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Curr Oncol. 2019 Jun;26(3):e385-e397. doi: 10.3747/co.26.4713. Epub 2019 Jun 1.

Multidisciplinary care of breast cancer patients: a scoping review of multidisciplinary styles, processes, and outcomes.

Author information

1
Li Ka Shing Knowledge Institute, St. Michael's Hospital, Toronto, ON.
2
Institute of Health Policy, Management and Evaluation, University of Toronto, Toronto, ON.
3
Department of Surgery, St. Michael's Hospital, Toronto, ON.
4
Institute for Clinical Evaluative Sciences, University of Toronto, Toronto, ON.
5
Division of General Surgery, Department of Surgery, University of Toronto, Toronto, ON.

Abstract

Background:

Clinical practice guidelines recommend a multidisciplinary approach to cancer care that brings together all relevant disciplines to discuss optimal disease management. However, the literature is characterized by heterogeneous definitions and few reviews about the processes and outcomes of multidisciplinary care. The objective of this scoping review was to identify and classify the definitions and characteristics of multidisciplinary care, as well as outcomes and interventions for patients with breast cancer.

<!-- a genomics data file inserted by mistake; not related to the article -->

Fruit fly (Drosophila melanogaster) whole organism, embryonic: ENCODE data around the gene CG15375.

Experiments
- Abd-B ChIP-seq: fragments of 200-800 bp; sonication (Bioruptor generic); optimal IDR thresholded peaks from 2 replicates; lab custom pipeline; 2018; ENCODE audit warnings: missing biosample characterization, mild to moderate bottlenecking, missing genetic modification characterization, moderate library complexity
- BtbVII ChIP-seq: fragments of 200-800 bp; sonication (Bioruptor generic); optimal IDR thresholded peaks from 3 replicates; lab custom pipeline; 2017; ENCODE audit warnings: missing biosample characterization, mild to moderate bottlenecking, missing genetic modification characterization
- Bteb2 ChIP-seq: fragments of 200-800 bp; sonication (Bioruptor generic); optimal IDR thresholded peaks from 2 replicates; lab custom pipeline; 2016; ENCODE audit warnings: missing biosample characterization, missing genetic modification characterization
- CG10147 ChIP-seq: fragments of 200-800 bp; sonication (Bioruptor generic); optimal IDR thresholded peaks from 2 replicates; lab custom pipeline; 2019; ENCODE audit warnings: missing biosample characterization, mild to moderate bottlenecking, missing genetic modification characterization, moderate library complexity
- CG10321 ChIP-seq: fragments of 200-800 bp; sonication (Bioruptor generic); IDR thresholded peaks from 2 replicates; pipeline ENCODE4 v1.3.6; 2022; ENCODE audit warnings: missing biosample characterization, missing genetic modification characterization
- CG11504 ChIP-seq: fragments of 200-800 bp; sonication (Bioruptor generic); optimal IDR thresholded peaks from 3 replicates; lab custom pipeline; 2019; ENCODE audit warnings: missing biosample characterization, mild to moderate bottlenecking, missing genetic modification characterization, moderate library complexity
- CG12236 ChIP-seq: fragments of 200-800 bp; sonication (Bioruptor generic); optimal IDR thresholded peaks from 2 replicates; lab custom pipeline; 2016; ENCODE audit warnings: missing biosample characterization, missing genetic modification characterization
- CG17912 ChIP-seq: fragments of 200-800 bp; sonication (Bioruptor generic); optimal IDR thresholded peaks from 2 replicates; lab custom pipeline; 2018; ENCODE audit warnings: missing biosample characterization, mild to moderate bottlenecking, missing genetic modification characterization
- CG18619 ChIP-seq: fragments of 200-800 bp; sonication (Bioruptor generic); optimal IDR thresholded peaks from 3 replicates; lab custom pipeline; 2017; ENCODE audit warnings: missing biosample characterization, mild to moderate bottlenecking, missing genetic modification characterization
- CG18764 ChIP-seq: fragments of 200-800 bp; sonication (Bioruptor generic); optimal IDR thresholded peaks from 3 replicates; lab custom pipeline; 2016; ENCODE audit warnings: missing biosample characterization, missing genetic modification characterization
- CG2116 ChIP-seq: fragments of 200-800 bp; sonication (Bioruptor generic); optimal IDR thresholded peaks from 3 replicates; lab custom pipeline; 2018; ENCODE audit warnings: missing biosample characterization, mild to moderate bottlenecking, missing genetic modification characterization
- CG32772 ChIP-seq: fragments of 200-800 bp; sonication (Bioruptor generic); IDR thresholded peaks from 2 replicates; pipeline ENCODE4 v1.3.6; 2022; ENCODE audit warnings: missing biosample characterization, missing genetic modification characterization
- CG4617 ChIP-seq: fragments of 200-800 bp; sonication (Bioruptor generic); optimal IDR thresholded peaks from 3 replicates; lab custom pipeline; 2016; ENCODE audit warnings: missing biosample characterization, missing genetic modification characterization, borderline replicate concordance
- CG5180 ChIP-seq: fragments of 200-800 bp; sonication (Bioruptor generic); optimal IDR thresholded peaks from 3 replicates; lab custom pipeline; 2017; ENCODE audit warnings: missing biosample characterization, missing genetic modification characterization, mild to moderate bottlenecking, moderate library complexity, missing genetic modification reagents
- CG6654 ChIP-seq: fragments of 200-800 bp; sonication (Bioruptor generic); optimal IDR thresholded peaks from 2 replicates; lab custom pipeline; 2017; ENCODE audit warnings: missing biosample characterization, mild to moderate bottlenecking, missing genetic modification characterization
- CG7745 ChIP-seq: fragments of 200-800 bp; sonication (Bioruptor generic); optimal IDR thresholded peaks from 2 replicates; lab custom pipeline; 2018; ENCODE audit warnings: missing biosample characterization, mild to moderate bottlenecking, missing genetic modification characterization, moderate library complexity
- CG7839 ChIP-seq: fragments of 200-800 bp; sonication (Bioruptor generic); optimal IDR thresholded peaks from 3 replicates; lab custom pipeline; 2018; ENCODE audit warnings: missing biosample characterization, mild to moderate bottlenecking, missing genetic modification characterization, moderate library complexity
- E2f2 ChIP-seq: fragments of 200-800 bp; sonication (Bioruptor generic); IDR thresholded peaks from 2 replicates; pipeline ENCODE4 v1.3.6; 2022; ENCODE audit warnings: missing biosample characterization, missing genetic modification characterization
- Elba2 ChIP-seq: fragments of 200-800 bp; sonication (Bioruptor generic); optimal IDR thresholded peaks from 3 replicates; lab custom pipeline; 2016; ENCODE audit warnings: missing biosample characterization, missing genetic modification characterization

Methods:

A systematic search for quantitative and qualitative studies about multidisciplinary care for patients with breast cancer was conducted for January 2001 to December 2017 in the following electronic databases: medline, embase, PsycInfo, and cinahl. Two reviewers independently applied our eligibility criteria at level 1 (title/abstract) and level 2 (full-text) screening. Data were extracted and synthesized descriptively.

Results:

The search yielded 9537 unique results, of which 191 were included in the final analysis. Two main types of multidisciplinary care were identified: conferences and clinics. Most studies focused on outcomes of multidisciplinary care that could be variously grouped at the patient, provider, and system levels. Research into processes tended to focus on processes that facilitate implementation: team-working, meeting logistics, infrastructure, quality audit, and barriers and facilitators.

Summary:

Approaches to multidisciplinary care using conferences and clinics are well described. However, studies vary by design, clinical context, patient population, and study outcome. The heterogeneity of the literature, including the patient populations studied, warrants further specification of multidisciplinary care practice and systematic reviews of the processes or contexts that make the implementation and operation of multidisciplinary care effective.

KEYWORDS:

Breast neoplasms; breast cancer; clinics; conferencing; interdisciplinary teams; multidisciplinary management; teamwork; tumour boards

Conflict of interest statement

CONFLICT OF INTEREST DISCLOSURES We have read and understood Current Oncology’s policy on disclosing conflicts of interest, and we declare that we have none.

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